By Jason K. Allen
When we become Christians, God redeems our minds like the rest of our personhood. It does not mean that through conversion we receive a higher I.Q., but it does mean that, for once, we can truly honor God with our minds.
At conversion, we receive “the mind of Christ” (1 Cor. 2:16). Like other dimensions of the Christian life, this is something God does in us, through the ministry of the Holy Spirit, but it is also something we are responsible to pursue and cultivate.
How do we accomplish this? How does the gospel impact our minds? How do we cultivate a renewed mind, with thoughts, deliberations, and ideas that honor him? Let’s consider renewing our minds in three different, yet mutually reinforcing, dimensions.
1. Filling Your Mind
The first step toward renewing your mind is the steady intake of God’s Word. Peter calls Christians to “desire the pure milk of the word, so that you may grow up into your salvation” (1 Pet. 2:2).
This is an ongoing process for every believer throughout our Christian lives, but usually the early years after our conversion serve as an inflection point.
Yet, we cannot be content to merely read the Bible; we must make sure to meditate on it. Historically, meditation was a distinctly Christian practice, but these days it rings in the ear like an Eastern religion. Unlike Eastern religions, Christian meditation is not about emptying the mind; it is about filling it.
In addition to reading and meditating on Scripture, you can also receive it by sitting under sound preaching, listening to audio Bible readings, and, of course, memorizing it. Whatever the means, the first key is to fill your mind.
2. Guarding Your Mind
If filling your mind refers to what you take in, guarding your mind refers to what you keep out. This is a challenge. We live in an age of visual saturation, ever-present social media, and pursuing temptation.
Again, we tend to think of temptation as a matter of the heart, but it is just as much a matter of the mind. The information we let in, the thoughts we entertain, the ideas we foster, all can do much good—or much evil.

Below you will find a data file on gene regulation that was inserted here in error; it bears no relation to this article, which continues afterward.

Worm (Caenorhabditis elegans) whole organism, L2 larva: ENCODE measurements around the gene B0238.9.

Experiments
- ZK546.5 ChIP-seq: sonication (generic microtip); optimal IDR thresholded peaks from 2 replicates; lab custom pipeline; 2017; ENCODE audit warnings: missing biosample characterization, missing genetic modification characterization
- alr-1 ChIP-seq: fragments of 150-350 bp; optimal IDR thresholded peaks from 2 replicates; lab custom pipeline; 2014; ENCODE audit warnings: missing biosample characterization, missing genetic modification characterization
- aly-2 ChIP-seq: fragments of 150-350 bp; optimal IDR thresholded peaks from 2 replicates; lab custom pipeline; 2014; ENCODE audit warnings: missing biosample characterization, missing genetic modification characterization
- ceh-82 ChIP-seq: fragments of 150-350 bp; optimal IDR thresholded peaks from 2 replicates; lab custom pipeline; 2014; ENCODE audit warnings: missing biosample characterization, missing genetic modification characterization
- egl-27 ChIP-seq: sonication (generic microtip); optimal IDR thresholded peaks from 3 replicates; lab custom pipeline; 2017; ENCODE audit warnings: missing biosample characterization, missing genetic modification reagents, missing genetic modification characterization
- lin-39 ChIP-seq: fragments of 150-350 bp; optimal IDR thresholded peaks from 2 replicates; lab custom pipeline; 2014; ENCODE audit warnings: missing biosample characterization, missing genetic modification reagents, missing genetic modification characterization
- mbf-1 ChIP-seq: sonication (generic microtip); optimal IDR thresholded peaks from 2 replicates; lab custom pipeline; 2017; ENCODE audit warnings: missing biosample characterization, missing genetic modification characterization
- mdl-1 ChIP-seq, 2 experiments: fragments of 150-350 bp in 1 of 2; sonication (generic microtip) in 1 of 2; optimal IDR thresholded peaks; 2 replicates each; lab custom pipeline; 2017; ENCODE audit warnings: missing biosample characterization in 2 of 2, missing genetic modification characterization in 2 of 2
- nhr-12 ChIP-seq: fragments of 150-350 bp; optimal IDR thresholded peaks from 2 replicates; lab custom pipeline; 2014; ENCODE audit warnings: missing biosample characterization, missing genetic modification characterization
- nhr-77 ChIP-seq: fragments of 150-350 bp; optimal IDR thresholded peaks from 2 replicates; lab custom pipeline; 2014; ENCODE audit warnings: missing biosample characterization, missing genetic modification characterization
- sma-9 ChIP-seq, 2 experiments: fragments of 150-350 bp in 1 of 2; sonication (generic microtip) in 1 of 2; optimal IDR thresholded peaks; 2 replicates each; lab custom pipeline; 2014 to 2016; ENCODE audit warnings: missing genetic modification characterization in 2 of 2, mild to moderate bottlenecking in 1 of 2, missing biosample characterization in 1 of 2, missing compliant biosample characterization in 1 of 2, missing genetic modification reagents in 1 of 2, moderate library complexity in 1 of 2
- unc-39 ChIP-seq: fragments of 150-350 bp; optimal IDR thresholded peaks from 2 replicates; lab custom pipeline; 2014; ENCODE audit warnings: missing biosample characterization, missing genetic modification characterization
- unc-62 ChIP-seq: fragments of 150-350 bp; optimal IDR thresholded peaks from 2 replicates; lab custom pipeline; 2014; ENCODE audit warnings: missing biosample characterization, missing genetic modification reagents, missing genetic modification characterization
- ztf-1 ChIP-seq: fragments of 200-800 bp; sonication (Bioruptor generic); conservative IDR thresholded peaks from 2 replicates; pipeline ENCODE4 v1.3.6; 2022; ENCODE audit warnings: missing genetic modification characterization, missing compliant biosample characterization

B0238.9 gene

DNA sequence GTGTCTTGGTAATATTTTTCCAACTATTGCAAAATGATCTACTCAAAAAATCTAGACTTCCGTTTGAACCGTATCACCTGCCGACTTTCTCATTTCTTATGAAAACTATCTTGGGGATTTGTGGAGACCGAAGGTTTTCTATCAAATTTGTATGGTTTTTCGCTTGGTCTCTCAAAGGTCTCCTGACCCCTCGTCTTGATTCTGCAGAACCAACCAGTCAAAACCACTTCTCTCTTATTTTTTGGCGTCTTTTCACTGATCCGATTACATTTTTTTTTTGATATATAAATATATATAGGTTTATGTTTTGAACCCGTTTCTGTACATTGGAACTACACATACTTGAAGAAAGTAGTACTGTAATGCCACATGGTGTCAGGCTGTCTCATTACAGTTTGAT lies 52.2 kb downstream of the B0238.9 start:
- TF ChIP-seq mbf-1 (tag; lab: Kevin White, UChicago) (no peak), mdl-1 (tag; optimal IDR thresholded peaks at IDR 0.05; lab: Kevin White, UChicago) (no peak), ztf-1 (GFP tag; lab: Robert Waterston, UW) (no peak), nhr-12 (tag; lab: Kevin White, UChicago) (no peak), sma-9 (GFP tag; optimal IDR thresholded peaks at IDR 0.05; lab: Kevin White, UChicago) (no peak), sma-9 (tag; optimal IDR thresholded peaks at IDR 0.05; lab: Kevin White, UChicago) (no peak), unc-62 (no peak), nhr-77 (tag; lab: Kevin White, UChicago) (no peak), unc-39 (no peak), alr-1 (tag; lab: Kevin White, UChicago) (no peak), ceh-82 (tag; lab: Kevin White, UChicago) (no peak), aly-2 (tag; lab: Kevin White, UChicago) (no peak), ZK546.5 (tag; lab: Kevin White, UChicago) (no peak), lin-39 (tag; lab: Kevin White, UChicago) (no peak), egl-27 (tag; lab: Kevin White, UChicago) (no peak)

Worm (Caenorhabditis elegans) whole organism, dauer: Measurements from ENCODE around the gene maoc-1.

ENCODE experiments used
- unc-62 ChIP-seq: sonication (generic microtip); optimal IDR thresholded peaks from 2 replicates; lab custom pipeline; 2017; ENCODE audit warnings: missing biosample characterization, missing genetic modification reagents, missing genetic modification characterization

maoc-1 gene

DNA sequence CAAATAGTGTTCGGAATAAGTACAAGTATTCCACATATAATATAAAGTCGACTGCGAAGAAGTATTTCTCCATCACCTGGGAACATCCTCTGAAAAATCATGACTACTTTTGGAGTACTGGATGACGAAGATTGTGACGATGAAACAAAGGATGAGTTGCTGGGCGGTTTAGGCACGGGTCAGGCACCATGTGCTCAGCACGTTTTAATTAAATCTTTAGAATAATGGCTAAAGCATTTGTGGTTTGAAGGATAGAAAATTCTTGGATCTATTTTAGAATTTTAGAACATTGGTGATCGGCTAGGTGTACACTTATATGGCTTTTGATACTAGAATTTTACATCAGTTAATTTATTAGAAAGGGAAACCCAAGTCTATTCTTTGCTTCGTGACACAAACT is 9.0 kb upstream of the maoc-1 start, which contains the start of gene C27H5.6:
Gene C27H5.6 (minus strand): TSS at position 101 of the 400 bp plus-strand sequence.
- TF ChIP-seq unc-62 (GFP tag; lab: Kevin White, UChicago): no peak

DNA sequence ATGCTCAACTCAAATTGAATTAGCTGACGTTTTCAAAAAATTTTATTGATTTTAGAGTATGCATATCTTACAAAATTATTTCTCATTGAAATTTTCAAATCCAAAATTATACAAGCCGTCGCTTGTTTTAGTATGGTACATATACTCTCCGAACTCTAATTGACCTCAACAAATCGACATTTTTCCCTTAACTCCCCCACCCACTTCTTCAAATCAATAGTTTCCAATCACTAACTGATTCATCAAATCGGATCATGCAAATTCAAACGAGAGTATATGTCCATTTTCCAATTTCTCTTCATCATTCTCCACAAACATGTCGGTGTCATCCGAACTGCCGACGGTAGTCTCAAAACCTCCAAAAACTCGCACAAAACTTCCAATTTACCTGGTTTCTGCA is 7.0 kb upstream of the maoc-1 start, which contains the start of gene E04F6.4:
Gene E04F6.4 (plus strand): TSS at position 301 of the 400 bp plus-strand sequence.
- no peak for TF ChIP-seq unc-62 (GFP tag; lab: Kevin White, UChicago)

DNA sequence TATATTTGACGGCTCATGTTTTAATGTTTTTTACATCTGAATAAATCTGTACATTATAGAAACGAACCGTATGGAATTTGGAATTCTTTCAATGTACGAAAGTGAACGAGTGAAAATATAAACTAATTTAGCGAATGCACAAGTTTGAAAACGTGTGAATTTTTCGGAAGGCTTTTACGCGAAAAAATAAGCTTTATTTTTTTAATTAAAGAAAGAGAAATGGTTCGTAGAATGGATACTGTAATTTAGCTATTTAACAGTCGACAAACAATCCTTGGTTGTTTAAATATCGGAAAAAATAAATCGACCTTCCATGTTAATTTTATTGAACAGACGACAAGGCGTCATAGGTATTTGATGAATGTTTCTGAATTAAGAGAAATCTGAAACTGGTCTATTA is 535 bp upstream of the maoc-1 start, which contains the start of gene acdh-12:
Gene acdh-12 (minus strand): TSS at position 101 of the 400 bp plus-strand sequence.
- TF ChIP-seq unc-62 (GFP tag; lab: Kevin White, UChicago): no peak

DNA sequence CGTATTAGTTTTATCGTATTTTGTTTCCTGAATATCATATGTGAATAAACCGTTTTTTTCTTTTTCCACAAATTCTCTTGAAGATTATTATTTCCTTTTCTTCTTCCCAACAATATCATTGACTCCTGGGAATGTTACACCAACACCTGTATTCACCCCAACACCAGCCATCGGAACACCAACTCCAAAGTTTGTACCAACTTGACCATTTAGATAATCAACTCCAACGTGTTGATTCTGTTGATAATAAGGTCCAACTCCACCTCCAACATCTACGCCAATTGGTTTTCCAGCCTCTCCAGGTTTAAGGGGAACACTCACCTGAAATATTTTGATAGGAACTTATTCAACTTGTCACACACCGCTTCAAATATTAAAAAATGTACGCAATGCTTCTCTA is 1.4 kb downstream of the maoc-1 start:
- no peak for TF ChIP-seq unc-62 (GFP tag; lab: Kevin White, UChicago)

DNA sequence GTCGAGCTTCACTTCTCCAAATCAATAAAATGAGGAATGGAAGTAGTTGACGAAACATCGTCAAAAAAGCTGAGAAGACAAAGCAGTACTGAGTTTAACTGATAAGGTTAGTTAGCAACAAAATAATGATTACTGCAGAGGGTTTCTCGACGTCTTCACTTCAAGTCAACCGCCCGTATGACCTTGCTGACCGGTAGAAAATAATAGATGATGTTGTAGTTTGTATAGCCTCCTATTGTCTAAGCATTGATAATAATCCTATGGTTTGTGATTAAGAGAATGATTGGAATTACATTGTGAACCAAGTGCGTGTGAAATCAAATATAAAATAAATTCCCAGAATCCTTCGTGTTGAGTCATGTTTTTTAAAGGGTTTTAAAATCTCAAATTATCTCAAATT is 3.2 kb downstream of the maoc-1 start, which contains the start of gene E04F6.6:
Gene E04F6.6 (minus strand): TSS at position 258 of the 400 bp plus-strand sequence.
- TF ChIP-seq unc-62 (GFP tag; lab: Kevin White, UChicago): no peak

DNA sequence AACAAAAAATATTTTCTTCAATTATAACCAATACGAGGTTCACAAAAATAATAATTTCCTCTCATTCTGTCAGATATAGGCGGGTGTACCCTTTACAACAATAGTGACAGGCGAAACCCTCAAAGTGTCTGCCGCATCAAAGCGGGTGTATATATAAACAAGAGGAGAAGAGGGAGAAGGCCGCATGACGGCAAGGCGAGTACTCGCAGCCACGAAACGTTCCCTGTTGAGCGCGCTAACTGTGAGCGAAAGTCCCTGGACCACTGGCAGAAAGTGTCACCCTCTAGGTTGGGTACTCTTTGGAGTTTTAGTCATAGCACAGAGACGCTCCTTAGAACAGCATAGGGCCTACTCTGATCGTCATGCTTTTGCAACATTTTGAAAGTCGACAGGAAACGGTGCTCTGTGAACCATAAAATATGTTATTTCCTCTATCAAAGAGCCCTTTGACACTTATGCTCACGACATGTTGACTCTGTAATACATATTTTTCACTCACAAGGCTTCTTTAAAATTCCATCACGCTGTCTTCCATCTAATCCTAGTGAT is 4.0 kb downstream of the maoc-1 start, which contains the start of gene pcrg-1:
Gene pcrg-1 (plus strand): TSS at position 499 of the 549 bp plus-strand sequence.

Yet, as Christians, we have our marching orders. We are destroying speculations and every lofty thing raised up against the knowledge of God, and we are taking every thought captive to the obedience of Christ (see 2 Cor. 10:5).
We guard our minds not only by what we keep out, but by what we choose to dwell on. Our thought life is a powerful tool, for better or worse. What we determine to think on is, in many ways, determinative for our spiritual lives.
That is why the apostle Paul exhorts us accordingly, “Finally, brothers and sisters, whatever is true, whatever is honorable, whatever is just, whatever is pure, whatever is lovely, whatever is commendable— if there is any moral excellence and if there is anything praiseworthy—dwell on these things” (Phil. 4:8).
3. Framing Your Mind
Lastly, not only are we to fill our minds and guard them, we are to frame them as well. By this I mean we are to cultivate, intentionally, a biblical outlook, or paradigm, through which we view and interpret the world.
We can only do this through scriptural intake. The intake of the Word reframes our outlook and gives us a theological foundation to engage life and view the world, and to process all of life from a Christian worldview.
Michael Wittmer defines worldview as “a framework of fundamental concepts or beliefs about the world. In short, a worldview comprises the lens through which we see the world.”
Everyone has a worldview. Both believers and unbelievers function by a set of beliefs, presuppositions, and assumptions they make about life.
For Christians, essential to the process of renewing our minds is cultivating a biblical worldview. Thus, we train our minds to think biblically about grand, life-shaping realities and principles like creation, human existence, human relationships and sexuality, the afterlife, and every other touch point of intellectual formation.
Christianity is both a religion of the heart and the mind. Christians often err on both ends of the spectrum, most often on the heart end. But, we must understand that, ultimately, the renewing of the mind is to lead to a renewed person— affecting the totality of our personhood. In other words, the mind is to feed and shape the heart.
JASON K. ALLEN (@JasonKeithAllen) is the president of Midwestern Baptist Theological Seminary. He is the author of is the author of The SBC & the 21st Century, Discerning Your Call to Ministry and Being a Christian: How Jesus Redeems All of Life from which this post is excerpted with permission. Copyright 2018, B&H Publishing Group.